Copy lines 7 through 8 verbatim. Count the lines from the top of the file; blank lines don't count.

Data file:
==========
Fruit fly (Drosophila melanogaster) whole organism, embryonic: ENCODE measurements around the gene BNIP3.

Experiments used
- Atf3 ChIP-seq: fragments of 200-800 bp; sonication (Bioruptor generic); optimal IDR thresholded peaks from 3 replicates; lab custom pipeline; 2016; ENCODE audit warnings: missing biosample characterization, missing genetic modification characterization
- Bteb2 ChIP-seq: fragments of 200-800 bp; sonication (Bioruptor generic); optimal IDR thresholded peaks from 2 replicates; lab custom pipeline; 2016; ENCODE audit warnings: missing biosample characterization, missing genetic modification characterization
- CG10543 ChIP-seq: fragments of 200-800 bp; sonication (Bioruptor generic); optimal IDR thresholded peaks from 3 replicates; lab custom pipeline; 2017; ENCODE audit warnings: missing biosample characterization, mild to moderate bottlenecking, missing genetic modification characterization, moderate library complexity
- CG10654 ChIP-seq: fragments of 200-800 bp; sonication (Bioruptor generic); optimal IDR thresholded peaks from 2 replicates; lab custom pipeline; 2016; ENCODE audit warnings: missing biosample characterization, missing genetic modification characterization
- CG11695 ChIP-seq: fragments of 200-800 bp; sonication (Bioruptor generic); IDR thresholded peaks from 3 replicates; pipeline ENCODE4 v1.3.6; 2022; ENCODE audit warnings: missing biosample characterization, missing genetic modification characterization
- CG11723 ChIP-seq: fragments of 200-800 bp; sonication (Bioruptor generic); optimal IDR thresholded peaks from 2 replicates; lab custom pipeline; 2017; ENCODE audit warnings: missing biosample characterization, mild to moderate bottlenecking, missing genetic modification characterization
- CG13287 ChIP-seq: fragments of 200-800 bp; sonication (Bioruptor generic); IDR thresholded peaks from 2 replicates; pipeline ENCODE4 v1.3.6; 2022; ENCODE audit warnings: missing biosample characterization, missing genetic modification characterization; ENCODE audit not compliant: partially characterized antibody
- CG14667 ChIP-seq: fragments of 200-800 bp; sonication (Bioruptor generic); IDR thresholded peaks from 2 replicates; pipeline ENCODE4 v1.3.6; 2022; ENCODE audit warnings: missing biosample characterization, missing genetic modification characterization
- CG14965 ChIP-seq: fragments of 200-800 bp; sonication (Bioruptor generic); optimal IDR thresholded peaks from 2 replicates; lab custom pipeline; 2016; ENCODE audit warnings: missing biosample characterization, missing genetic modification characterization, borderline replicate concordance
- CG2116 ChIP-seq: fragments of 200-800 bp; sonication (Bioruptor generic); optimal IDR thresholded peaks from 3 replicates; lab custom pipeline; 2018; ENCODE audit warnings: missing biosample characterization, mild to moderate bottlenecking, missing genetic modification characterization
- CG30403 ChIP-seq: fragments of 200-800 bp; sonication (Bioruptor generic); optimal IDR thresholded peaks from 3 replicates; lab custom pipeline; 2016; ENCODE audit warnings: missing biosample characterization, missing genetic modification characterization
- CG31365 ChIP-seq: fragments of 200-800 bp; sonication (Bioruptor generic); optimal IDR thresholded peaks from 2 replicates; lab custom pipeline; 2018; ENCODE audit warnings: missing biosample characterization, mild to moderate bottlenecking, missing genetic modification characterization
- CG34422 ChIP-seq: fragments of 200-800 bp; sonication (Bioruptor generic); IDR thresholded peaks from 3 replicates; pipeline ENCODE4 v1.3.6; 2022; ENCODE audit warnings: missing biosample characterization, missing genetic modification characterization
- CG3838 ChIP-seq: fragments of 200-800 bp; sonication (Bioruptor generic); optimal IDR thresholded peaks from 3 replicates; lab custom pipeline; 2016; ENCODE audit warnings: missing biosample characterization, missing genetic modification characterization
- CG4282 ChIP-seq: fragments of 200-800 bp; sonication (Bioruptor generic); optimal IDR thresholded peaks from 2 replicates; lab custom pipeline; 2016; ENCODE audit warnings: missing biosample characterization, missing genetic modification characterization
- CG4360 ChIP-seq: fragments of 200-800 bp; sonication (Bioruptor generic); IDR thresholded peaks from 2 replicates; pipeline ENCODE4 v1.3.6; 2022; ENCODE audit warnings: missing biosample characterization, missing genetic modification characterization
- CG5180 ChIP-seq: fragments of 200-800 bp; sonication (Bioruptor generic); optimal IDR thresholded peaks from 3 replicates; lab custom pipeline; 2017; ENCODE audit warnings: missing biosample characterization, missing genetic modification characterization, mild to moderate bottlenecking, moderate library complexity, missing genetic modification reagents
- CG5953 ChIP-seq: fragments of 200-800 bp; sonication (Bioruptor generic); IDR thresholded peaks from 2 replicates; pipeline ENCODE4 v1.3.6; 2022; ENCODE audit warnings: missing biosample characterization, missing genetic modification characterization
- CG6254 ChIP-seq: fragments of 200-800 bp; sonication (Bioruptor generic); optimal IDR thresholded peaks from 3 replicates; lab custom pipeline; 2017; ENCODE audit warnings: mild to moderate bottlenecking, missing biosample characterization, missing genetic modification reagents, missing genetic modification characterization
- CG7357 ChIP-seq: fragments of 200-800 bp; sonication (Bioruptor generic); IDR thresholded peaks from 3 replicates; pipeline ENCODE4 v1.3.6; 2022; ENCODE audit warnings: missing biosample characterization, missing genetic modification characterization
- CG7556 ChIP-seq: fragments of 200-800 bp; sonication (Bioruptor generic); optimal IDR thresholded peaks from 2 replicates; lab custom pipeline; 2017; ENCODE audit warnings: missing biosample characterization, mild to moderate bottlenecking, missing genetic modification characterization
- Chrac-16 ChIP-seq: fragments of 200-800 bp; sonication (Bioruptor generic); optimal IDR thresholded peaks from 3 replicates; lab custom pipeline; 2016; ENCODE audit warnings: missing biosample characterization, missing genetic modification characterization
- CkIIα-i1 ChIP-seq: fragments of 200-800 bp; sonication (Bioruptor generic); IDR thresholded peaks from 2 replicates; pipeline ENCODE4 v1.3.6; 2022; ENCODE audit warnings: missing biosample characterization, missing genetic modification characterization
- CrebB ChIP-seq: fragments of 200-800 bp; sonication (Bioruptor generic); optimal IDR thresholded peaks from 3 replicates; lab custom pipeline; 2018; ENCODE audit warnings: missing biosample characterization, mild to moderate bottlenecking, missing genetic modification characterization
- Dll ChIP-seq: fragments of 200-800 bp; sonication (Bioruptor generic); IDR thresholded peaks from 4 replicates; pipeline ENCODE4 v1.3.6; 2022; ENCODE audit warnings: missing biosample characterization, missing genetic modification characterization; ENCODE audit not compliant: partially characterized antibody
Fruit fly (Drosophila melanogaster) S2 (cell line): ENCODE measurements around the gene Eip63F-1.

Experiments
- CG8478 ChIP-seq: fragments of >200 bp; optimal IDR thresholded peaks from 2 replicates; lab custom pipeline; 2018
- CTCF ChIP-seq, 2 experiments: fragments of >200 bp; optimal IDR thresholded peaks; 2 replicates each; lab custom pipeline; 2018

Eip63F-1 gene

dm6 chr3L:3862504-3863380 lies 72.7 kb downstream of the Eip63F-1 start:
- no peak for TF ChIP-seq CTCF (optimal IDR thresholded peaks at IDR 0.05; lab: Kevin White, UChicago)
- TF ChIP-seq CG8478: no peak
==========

- CG11695 ChIP-seq: fragments of 200-800 bp; sonication (Bioruptor generic); IDR thresholded peaks from 3 replicates; pipeline ENCODE4 v1.3.6; 2022; ENCODE audit warnings: missing biosample characterization, missing genetic modification characterization
- CG11723 ChIP-seq: fragments of 200-800 bp; sonication (Bioruptor generic); optimal IDR thresholded peaks from 2 replicates; lab custom pipeline; 2017; ENCODE audit warnings: missing biosample characterization, mild to moderate bottlenecking, missing genetic modification characterization